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Aaron Hernandez’s Brain to Be Released for CTE Study

The brain of former NFL star and convicted murderer Aaron Hernandez will be turned over to a university for study about possible brain trauma, authorities said Thursday, after an attorney for his family accused them of "illegally" withholding it.

The announcement that Hernandez’s brain will be released to researchers came after the chief state medical examiner in Massachusetts ruled Hernandez’s death early Wednesday a suicide.

"Now that the cause and manner of death have been determined, the brain will be released to Boston University’s Chronic Traumatic Encephalopathy Center as Mr. Hernandez’s family wishes," the statement from the district attorney's office and police said.

Hernandez, 27, a former Patriots tight end who was serving a life sentence for the 2013 murder of his friend, was found by correction officers hanging in his single cell, authorities said.

Aaron Hernandez's death: Some question details surrounding ex-NFL player's apparent suicide 2:24

The state chief medical examiner said Hernandez's death was caused by asphyxia by hanging, the Worcester County district attorney’s office and state police said in a statement.

Hernandez family attorney Jose Baez said the family plans to donate the brain to advance the study of CTE, which is a degenerative brain disease that has been linked to athletes, including football players, who might suffer concussions and head trauma.

Doctors say those afflicted by it can suffer memory loss, impeded speech and disorientation, and possibly become more susceptible to suicide. But CTE can only be diagnosed after death, which makes it difficult to research.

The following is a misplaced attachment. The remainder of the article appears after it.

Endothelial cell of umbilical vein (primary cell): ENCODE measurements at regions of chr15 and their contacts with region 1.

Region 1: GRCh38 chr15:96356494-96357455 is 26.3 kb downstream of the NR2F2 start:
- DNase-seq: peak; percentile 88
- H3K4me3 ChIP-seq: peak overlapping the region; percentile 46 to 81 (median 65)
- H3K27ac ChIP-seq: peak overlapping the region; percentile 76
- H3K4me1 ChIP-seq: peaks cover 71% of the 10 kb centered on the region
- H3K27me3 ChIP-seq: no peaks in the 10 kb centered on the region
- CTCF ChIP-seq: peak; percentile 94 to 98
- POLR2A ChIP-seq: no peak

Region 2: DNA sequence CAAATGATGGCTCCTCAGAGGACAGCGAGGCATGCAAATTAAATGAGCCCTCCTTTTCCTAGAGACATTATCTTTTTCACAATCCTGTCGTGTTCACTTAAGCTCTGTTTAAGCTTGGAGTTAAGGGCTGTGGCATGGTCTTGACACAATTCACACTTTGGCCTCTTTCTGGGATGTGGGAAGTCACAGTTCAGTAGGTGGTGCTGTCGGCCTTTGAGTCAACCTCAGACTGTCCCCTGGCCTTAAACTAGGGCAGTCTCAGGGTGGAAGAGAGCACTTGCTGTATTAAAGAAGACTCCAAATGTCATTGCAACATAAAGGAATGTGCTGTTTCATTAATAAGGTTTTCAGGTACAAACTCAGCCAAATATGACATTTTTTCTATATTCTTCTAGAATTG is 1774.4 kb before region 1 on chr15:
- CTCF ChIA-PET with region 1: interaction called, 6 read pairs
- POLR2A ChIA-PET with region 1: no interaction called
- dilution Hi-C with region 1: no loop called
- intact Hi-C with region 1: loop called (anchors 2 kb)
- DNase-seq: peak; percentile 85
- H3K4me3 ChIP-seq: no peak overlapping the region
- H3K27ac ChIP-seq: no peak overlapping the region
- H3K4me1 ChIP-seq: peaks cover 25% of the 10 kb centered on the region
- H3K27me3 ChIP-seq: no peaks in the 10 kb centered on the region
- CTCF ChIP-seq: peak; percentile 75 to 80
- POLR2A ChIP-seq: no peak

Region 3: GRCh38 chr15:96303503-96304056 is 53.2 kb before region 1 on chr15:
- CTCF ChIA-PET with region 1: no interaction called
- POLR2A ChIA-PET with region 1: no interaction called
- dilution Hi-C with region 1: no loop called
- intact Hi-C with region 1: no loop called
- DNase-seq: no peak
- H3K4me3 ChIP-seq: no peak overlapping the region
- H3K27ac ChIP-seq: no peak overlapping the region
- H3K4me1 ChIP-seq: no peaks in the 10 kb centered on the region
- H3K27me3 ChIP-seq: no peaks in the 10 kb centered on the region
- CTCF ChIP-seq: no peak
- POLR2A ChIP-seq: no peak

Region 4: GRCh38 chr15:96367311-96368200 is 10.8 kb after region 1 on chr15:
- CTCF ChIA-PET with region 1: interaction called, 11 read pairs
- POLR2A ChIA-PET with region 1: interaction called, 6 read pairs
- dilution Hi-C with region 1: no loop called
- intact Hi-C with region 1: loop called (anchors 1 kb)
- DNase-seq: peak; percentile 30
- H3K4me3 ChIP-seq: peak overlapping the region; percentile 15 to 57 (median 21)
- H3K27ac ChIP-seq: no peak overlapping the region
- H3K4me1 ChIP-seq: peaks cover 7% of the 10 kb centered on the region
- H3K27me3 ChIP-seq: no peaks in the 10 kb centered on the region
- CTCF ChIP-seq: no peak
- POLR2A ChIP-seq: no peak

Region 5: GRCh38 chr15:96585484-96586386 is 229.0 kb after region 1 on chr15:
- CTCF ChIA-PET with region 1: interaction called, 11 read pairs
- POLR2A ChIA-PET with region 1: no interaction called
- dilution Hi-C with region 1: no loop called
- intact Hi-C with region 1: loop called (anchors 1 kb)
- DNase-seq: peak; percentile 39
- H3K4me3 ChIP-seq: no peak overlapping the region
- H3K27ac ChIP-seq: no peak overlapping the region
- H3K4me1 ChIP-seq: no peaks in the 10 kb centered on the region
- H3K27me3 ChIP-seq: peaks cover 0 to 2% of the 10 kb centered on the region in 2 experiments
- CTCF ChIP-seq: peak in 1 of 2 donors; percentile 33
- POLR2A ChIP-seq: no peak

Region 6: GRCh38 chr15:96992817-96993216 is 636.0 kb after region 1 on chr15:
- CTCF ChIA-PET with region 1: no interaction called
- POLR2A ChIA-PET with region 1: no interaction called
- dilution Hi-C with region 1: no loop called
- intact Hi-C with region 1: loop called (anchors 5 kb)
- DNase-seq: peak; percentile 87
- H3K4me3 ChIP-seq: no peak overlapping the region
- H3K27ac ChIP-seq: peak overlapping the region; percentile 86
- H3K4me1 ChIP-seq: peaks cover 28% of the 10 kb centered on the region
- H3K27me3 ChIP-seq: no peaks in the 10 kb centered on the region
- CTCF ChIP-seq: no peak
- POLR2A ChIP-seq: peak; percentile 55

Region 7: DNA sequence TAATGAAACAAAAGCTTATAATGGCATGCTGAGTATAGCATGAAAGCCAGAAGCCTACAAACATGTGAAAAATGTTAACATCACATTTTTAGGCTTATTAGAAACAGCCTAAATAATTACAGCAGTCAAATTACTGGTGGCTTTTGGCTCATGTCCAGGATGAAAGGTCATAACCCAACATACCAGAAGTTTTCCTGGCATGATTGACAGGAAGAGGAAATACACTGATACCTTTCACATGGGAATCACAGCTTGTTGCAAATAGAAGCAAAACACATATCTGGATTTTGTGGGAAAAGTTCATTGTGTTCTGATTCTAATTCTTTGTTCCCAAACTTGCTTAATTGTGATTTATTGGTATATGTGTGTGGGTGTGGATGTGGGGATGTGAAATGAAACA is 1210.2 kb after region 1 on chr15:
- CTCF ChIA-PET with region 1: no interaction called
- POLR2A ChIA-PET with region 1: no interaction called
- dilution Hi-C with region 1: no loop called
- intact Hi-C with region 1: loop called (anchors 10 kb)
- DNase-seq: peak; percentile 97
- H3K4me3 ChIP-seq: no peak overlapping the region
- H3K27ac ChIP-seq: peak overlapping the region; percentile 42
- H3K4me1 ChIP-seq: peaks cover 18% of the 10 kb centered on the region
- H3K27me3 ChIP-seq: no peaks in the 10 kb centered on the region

A number of football players have been diagnosed with it, including New York Giants running back Frank Gifford, Pittsburgh Steelers center Mike Webster, and San Diego Chargers and New England Patriots linebacker Junior Seau, who committed suicide in 2012.

Arizona Cardinals v New England Patriots
Aaron Hernandez, formerly of the New England Patriots, practices before a game in 2012. Jim Rogash / Getty Images

Baez would not speculate as to whether Hernandez suffered from CTE, but said it's imperative to find out.

"We're leaving no stone unturned," he added.

Baez had said earlier that the Hernandez family has already received the rest of his body.

His fiancée and the mother of his daughter, Shayanna Jenkins-Hernandez, who took his name, filed a motion to preserve any evidence in his death and wants a preliminary injunction to stop the state from destroying potential evidence concerning his death. That includes videos, documents and writings.

The plaintiff "intends to investigate all of the circumstances regarding Aaron Hernandez’s death," the motion says.

Hernandez was discovered hanging by a bed sheet attached to his cell window at Souza-Baranowski Correctional Center in Shirley at around 3:03 a.m. Wednesday, and he was pronounced dead at a local hospital.

Related: How Aaron Hernandez's Death Voids Murder Conviction

Hernandez was not on suicide watch, prison officials said. Investigators determined Hernandez was alone at the time, and there were no signs of a struggle, the district attorney's office and state police said in a statement.

The district attorney's office and state police said Thursday that Hernandez was locked in his cell at 8 p.m. Tuesday and no one entered until a correction officer saw him hanging and forced open the cell door, which had been jammed with cardboard.

Three hand-written notes and a Bible were found, but the district attorney’s office did not say what was on the notes.

Last Friday, Hernandez was found not guilty of murder in a 2012 drive-by shooting that claimed two lives. A judge, however, sentenced him to four to five years for a weapons charge.

The state Supreme Judicial Court was still reviewing an appeal of Hernandez's murder conviction, and Baez said he was looking forward to clearing his name and never thought Hernandez would kill himself.

Hernandez was convicted of first-degree murder in 2015 in the shooting death of Odin Lloyd, a friend and semipro football player who was dating the sister of Jenkins-Hernandez.